On Friday, my office was informed that Wyckoff Heights Medical Center, a hospital in my district that serves a large minority population, was denied access to remdesivir. According to Wyckoff Heights Medical Center Staff, they have experienced over 1,000 COVID-19 positive patients, 226 resulting in deaths. Additionally, reports on the ground suggest that Wyckoff Heights’ experience is prevalent at hospitals across the nation, many that also serve a large population of minority patients.

 

To better understand HHS’s decision-making process in distributing doses of remdesivir donated to the U.S. federal government by Gilead Sciences, I request answers to the following questions by Friday, May 15, 2020:

  1. Of the 1.5 million remdesivir vials donated globally by Gilead Sciences[4] it is our understanding that Gilead has committed to supplying approximately 607,000 vials of the experimental drug over the next six weeks. On Saturday, HHS announced cases were distributed to 10 states with each case containing 40 vials.[5] What guidance was given to HHS staff in determining the allocation and prioritization of the donated cases?
  2. Considering HHS expects that cases will be delivered to all 50 states and territories, does HHS plan to consult with local governments for future remdesivir distributions?
    1. Have these methodologies changed since the initial distribution?
    2. Does HHS plan to consult directly with hospitals and health care providers in future remdesivir distributions?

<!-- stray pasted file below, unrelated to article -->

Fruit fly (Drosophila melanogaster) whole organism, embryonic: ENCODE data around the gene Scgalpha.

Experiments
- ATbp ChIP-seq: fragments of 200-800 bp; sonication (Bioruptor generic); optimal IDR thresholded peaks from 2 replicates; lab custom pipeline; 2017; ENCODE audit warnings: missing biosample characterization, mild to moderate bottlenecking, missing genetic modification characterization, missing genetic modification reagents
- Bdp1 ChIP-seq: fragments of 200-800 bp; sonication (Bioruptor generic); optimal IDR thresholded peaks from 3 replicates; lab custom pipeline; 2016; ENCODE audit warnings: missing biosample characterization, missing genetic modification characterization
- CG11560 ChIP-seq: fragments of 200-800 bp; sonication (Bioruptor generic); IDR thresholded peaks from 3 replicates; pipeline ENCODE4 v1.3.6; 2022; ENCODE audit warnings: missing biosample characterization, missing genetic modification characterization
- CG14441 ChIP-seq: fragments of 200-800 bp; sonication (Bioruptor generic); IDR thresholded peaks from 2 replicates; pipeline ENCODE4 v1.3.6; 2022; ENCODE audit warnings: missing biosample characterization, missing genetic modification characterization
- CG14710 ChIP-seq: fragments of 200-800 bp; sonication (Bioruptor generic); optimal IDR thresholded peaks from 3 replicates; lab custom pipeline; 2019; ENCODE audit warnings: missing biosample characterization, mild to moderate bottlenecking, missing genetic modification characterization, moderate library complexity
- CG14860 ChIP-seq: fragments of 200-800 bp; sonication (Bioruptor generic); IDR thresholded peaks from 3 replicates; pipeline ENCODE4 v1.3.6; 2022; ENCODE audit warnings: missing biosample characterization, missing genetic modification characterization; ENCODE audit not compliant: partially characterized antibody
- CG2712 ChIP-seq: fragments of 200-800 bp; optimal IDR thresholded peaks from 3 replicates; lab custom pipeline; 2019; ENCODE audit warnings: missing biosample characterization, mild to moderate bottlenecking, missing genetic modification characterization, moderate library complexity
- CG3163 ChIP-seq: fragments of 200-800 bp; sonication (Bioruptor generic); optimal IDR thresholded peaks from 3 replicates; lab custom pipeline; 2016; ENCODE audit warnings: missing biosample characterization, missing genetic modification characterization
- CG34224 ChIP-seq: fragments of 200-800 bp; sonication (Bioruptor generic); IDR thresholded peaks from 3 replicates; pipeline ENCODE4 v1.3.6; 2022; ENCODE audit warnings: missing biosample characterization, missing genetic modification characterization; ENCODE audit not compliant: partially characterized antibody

1. Under what circumstances will HHS consult with hospitals and health care providers?
  3. Current data suggest a disproportionate burden of illness and death among racial and ethnic minority groups. Given this information, did your methodology consider or prioritize regional locations where hospitals are serving low-income communities or communities of color?

Thank you for your attention to this urgent issue and I look forward to your response.

 

Sincerely,

 

 

 

 

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[1] U.S. Food and Drug Administration. Coronavirus (COVID-19) Update: FDA Issues Emergency Use Authorization for Potential COVID-19 Treatment. 01, May 2020. Accessed on 08, May 2020 Retrieved from: https://www.fda.gov/news-events/press-announcements/coronavirus-covid-19-update-fda-issues-emergency-use-authorization-potential-covid-19-treatment

[2] U.S. National Institute of Health. NIH clinical trial shows Remdesivir accelerates recovery from advanced COVID-19. 29, April 2020. Accessed on 11, May 2020. Retrieved from: https://www.nih.gov/news-events/news-releases/nih-clinical-trial-shows-remdesivir-accelerates-recovery-advanced-covid-19

[3] Washington Post. Trump administration pushed use of remdesivir, but unequal rollout angers doctors. 07, May 2020. Accessed on 09, May 2020. Retrieved from: https://www.washingtonpost.com/business/2020/05/07/remdesivir-hospitals-doctors/

[4] Gilead. Gilead’s Investigational Antiviral Remdesivir Receives U.S. Food and Drug Administration Emergency Use Authorization for the Treatment of COVID-19. 01, May 2020. Accessed on 11, May 2020. Retrieved from: https://www.gilead.com/news-and-press/press-room/press-releases/2020/5/gileads-investigational-antiviral-remdesivir-receives-us-food-and-drug-administration-emergency-use-authorization-for-the-treatment-of-covid19

[5]U.S. Department of Health and Human Services. HHS announces shipments of donated remdesivir for hospitalized patients with COVID-19. 9, May 2020. Accessed on 11, May 2020. Retrieved from: https://www.hhs.gov/about/news/2020/05/09/hhs-ships-first-doses-of-donated-remdesivir-for-hospitalized-patients-with-covid-19.html